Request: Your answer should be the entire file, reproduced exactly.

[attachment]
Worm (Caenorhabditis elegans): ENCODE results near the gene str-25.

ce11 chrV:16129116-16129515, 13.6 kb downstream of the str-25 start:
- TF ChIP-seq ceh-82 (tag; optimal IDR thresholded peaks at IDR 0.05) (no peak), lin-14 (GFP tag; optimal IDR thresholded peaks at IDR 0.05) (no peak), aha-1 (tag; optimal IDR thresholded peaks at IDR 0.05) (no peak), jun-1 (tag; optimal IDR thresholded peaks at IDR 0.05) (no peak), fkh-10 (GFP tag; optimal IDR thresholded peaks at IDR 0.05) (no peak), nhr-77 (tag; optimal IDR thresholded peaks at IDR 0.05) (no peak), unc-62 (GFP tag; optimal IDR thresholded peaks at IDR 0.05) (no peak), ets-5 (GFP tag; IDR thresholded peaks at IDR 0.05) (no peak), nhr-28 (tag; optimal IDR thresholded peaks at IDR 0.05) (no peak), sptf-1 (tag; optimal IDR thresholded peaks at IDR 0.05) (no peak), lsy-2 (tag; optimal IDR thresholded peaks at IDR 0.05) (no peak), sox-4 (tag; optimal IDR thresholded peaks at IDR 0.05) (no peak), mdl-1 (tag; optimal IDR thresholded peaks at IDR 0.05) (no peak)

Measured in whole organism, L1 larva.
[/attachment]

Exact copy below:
Worm (Caenorhabditis elegans): ENCODE results near the gene str-25.

ce11 chrV:16129116-16129515, 13.6 kb downstream of the str-25 start:
- TF ChIP-seq ceh-82 (tag; optimal IDR thresholded peaks at IDR 0.05) (no peak), lin-14 (GFP tag; optimal IDR thresholded peaks at IDR 0.05) (no peak), aha-1 (tag; optimal IDR thresholded peaks at IDR 0.05) (no peak), jun-1 (tag; optimal IDR thresholded peaks at IDR 0.05) (no peak), fkh-10 (GFP tag; optimal IDR thresholded peaks at IDR 0.05) (no peak), nhr-77 (tag; optimal IDR thresholded peaks at IDR 0.05) (no peak), unc-62 (GFP tag; optimal IDR thresholded peaks at IDR 0.05) (no peak), ets-5 (GFP tag; IDR thresholded peaks at IDR 0.05) (no peak), nhr-28 (tag; optimal IDR thresholded peaks at IDR 0.05) (no peak), sptf-1 (tag; optimal IDR thresholded peaks at IDR 0.05) (no peak), lsy-2 (tag; optimal IDR thresholded peaks at IDR 0.05) (no peak), sox-4 (tag; optimal IDR thresholded peaks at IDR 0.05) (no peak), mdl-1 (tag; optimal IDR thresholded peaks at IDR 0.05) (no peak)

Measured in whole organism, L1 larva.